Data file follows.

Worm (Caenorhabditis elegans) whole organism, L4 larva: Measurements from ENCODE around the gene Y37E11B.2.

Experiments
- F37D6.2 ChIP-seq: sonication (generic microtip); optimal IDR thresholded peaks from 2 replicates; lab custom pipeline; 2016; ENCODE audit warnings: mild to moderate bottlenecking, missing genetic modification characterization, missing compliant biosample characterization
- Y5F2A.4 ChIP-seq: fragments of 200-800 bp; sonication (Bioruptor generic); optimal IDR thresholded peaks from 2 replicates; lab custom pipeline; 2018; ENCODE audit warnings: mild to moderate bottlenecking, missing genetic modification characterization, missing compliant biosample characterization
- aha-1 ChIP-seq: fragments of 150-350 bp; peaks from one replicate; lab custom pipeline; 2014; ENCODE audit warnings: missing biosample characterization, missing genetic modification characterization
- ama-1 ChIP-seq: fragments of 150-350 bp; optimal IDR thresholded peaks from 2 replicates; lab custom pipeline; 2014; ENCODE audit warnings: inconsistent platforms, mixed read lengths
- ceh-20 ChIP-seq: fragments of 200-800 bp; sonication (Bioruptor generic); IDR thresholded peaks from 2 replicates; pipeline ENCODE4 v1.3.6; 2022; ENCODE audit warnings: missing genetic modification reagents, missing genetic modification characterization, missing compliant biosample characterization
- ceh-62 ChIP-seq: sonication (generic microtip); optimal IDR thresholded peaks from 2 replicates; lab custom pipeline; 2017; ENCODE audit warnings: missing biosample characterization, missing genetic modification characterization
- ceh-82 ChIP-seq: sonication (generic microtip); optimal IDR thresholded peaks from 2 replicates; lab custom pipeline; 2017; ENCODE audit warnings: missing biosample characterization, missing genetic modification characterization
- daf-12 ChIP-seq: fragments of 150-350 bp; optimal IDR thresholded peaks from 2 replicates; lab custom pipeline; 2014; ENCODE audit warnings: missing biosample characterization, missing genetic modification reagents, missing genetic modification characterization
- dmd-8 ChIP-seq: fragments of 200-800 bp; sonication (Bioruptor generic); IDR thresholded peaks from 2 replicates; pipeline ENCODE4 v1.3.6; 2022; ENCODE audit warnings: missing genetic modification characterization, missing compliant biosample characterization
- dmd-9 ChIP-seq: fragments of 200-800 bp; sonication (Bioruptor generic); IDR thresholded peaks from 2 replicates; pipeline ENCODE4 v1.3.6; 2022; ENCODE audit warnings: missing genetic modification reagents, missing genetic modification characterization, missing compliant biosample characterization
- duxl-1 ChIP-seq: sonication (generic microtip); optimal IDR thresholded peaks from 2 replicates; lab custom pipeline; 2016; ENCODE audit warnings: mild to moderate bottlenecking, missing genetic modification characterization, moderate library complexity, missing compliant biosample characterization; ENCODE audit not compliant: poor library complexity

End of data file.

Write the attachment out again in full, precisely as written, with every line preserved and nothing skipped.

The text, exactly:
Worm (Caenorhabditis elegans) whole organism, L4 larva: Measurements from ENCODE around the gene Y37E11B.2.

Experiments
- F37D6.2 ChIP-seq: sonication (generic microtip); optimal IDR thresholded peaks from 2 replicates; lab custom pipeline; 2016; ENCODE audit warnings: mild to moderate bottlenecking, missing genetic modification characterization, missing compliant biosample characterization
- Y5F2A.4 ChIP-seq: fragments of 200-800 bp; sonication (Bioruptor generic); optimal IDR thresholded peaks from 2 replicates; lab custom pipeline; 2018; ENCODE audit warnings: mild to moderate bottlenecking, missing genetic modification characterization, missing compliant biosample characterization
- aha-1 ChIP-seq: fragments of 150-350 bp; peaks from one replicate; lab custom pipeline; 2014; ENCODE audit warnings: missing biosample characterization, missing genetic modification characterization
- ama-1 ChIP-seq: fragments of 150-350 bp; optimal IDR thresholded peaks from 2 replicates; lab custom pipeline; 2014; ENCODE audit warnings: inconsistent platforms, mixed read lengths
- ceh-20 ChIP-seq: fragments of 200-800 bp; sonication (Bioruptor generic); IDR thresholded peaks from 2 replicates; pipeline ENCODE4 v1.3.6; 2022; ENCODE audit warnings: missing genetic modification reagents, missing genetic modification characterization, missing compliant biosample characterization
- ceh-62 ChIP-seq: sonication (generic microtip); optimal IDR thresholded peaks from 2 replicates; lab custom pipeline; 2017; ENCODE audit warnings: missing biosample characterization, missing genetic modification characterization
- ceh-82 ChIP-seq: sonication (generic microtip); optimal IDR thresholded peaks from 2 replicates; lab custom pipeline; 2017; ENCODE audit warnings: missing biosample characterization, missing genetic modification characterization
- daf-12 ChIP-seq: fragments of 150-350 bp; optimal IDR thresholded peaks from 2 replicates; lab custom pipeline; 2014; ENCODE audit warnings: missing biosample characterization, missing genetic modification reagents, missing genetic modification characterization
- dmd-8 ChIP-seq: fragments of 200-800 bp; sonication (Bioruptor generic); IDR thresholded peaks from 2 replicates; pipeline ENCODE4 v1.3.6; 2022; ENCODE audit warnings: missing genetic modification characterization, missing compliant biosample characterization
- dmd-9 ChIP-seq: fragments of 200-800 bp; sonication (Bioruptor generic); IDR thresholded peaks from 2 replicates; pipeline ENCODE4 v1.3.6; 2022; ENCODE audit warnings: missing genetic modification reagents, missing genetic modification characterization, missing compliant biosample characterization
- duxl-1 ChIP-seq: sonication (generic microtip); optimal IDR thresholded peaks from 2 replicates; lab custom pipeline; 2016; ENCODE audit warnings: mild to moderate bottlenecking, missing genetic modification characterization, moderate library complexity, missing compliant biosample characterization; ENCODE audit not compliant: poor library complexity